It’s amazing to think back on the fundamental truth of so many lessons we learned in elementary school and daycare. Concepts like following directions, keeping your hands to yourself, and treating others how you want to be treated are essential skills that even adults can follow to make the world a better place. And there’s another lesson that’s incredibly true too: that we’re all unique and no two people are exactly the same.
That fact applies to more than our personalities…it applies to our skin too. Every person’s skin has unique features and sensitivities. But there are patterns, of course, and there are certain issues that people with skin of color are more likely to experience than people with less pigmented skin. Truth be told, most skin care tips are geared toward people with light skin. If your skin is richer in melanin, how can you help it truly embrace its natural beauty? Follow these top tips for melanated skin.
1. Don’t Underestimate the Sun
There’s a common myth that people with dark skin don’t get skin cancer and aren’t affected by sun damage. Yes, skin pigmentation does reduce your sun damage because the pigment is blocking some of the radiation from reaching the depths of your skin, but no one is immune from sun damage. You can still develop skin cancer as well as age spots, wrinkles, and other premature signs of aging. Apply daily sunscreen every morning no matter how dark your skin is.
2. Take Steps to Prevent and Minimize Acne
People with more melanin in their skin are more prone to a cosmetic issue called post-inflammatory hyperpigmentation or PIH. Ever had a pimple and then a dark spot on your skin after the pimple went away? That’s PIH, and once it sets in, it’s tough to get rid of it.
The solution is to take a proactive approach by using a cleanser that’s specifically formulated to reduce and prevent acne . Make sure to follow it with a moisturizer so it doesn’t dry out your skin along the way. And if you do have a steady flow of pimples that are still fighting their way through your preventative measures, go see a dermatologist sooner rather than later so you can get your acne under control and prevent PIH.
3. Steer Toward Products for Sensitive Skin
The darker your skin is, the more melanin-producing skin cells (called melanocytes) you have. Unfortunately, melanocytes are more susceptible to irritation and inflammation, so the darker your skin is, the more sensitive it’s likely to be.
What does that mean for you? As you’re shopping for skin care, it’s best to steer toward products for sensitive skin . You should especially avoid products with fragrances and dyes because these are the most common culprits for skin irritations.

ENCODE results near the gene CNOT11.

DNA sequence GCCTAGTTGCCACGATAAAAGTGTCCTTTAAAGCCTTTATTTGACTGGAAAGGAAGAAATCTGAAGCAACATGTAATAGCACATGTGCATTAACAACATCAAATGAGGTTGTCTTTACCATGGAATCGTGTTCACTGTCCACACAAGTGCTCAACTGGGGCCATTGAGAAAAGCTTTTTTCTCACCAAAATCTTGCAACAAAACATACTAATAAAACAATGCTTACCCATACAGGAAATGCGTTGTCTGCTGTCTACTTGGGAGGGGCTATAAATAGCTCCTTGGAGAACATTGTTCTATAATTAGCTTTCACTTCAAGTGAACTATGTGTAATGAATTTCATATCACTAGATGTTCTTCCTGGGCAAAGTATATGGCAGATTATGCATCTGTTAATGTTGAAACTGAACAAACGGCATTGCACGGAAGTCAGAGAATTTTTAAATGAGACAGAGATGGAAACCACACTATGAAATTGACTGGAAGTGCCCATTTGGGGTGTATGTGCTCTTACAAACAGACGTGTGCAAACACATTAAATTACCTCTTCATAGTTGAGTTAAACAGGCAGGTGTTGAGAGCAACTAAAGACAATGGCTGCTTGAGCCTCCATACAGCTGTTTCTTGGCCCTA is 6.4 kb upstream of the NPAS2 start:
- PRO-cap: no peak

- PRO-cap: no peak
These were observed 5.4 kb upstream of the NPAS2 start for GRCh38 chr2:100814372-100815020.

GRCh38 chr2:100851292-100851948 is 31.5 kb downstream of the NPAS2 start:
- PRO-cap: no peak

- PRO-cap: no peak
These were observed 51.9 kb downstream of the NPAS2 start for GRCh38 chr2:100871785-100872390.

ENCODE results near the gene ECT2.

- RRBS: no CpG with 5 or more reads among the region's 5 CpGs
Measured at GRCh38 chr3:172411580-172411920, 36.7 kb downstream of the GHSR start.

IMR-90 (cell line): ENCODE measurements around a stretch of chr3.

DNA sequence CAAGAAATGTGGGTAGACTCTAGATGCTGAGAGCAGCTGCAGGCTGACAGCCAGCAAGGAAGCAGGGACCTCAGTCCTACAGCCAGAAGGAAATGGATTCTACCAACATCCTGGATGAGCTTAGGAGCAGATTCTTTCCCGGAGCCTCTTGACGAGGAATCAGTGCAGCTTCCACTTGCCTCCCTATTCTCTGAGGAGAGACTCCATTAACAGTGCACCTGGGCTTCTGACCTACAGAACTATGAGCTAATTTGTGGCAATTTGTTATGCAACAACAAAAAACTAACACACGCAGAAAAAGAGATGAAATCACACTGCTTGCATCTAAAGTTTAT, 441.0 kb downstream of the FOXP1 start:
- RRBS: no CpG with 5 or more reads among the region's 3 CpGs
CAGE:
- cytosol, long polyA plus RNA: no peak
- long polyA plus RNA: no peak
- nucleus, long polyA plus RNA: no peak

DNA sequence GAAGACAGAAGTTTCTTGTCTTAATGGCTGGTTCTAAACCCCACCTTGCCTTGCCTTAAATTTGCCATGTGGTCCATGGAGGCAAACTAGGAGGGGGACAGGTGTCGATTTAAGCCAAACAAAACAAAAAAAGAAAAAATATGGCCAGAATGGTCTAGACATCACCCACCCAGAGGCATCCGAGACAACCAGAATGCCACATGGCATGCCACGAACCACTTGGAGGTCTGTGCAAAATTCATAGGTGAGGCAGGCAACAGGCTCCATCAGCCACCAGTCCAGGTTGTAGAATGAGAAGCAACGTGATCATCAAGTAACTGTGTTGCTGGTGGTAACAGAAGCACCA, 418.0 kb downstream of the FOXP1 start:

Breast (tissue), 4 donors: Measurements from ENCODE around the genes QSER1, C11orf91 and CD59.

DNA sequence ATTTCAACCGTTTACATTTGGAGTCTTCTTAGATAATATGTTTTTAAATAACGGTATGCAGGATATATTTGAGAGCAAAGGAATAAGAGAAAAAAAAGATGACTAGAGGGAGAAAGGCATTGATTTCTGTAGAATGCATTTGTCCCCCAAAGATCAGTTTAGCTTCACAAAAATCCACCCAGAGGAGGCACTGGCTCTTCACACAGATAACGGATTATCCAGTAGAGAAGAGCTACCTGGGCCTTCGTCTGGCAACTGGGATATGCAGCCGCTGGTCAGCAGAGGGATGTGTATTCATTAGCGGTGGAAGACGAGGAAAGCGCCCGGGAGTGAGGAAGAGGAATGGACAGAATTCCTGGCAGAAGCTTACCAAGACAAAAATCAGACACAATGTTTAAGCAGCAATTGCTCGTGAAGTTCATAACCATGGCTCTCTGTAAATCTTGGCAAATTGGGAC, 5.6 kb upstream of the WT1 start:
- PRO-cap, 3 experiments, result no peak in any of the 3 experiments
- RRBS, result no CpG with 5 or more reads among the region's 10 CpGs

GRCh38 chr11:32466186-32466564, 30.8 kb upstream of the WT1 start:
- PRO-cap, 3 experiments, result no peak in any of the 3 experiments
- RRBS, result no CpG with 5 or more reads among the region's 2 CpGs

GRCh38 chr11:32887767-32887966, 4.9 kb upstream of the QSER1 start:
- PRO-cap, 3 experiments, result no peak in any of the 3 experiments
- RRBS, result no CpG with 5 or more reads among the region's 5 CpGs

By the way, this increased sensitivity applies to anything that touches your skin elsewhere too. Ditch scented laundry detergents, for example, and body lotions with dyes in them.
4. Choose Skin Care Professionals Who Know Your Skin
Let’s have an honest chat here: not all skin care professionals have the same amount of experience. More specifically, not all skin care professionals have much experience with skin of color. We’re talking aestheticians, facialists, even dermatologists – any of them can have gaps in their knowledge when it comes to caring for skin of color.
As you’re choosing who to trust with your skin, make sure you find those who are truly experts in caring for beautiful skin like yours. Especially if you live in an area where there isn’t much ethnic diversity, talk to people with similar skin tones to yours and ask for recommendations.
5. Avoid Cranking Up the Hot Water
I know, everyone loves a nice hot shower on a cold day. Sorry to be the bearer of bad news, but hot water is notorious for drying out your skin. Truthfully, using hot water isn’t a good idea for anyone, but some research indicates that skin of color (especially Black people’s skin) loses moisture more easily than lighter skin.
Instead, opt for lukewarm water for your shower as well as washing your hands and washing your face. For good measure, apply facial moisturizer and body lotion immediately after you towel off to lock in as much hydration as possible.
6. Be Careful About Laser Treatments
It’s easy to see all the latest laser treatments on the market and think they’re the ultimate in professional skin care but hold your horses. Laser treatments actually have a higher risk of complications for people with melanated skin. The pigment in dark skin can attract the laser’s heat (in the same way that you feel warmer outside if you’re wearing darker clothes because it’s absorbing more of the sun’s rays).
There are some newer laser technologies that are safe for some darker skin tones. If you have a skin care professional recommending one of these procedures, though, it’s a good idea to ask to see before and after pictures of patients with similar skin tones to yours.
Don’t worry, though – there are plenty of treatments that can deliver amazing results without the risks of lasers. Try chemical peels, for example, as an alternative to anti-aging laser treatments, and consider epilation instead of laser hair removal.
Loving and Caring for Your Skin
There has been a powerful movement in the past few years to encourage people of color to embrace your natural beauty and be proud of everything that makes you unique. With the tips above, you can help that natural glow to shine through and enjoy stunning, healthy skin every day.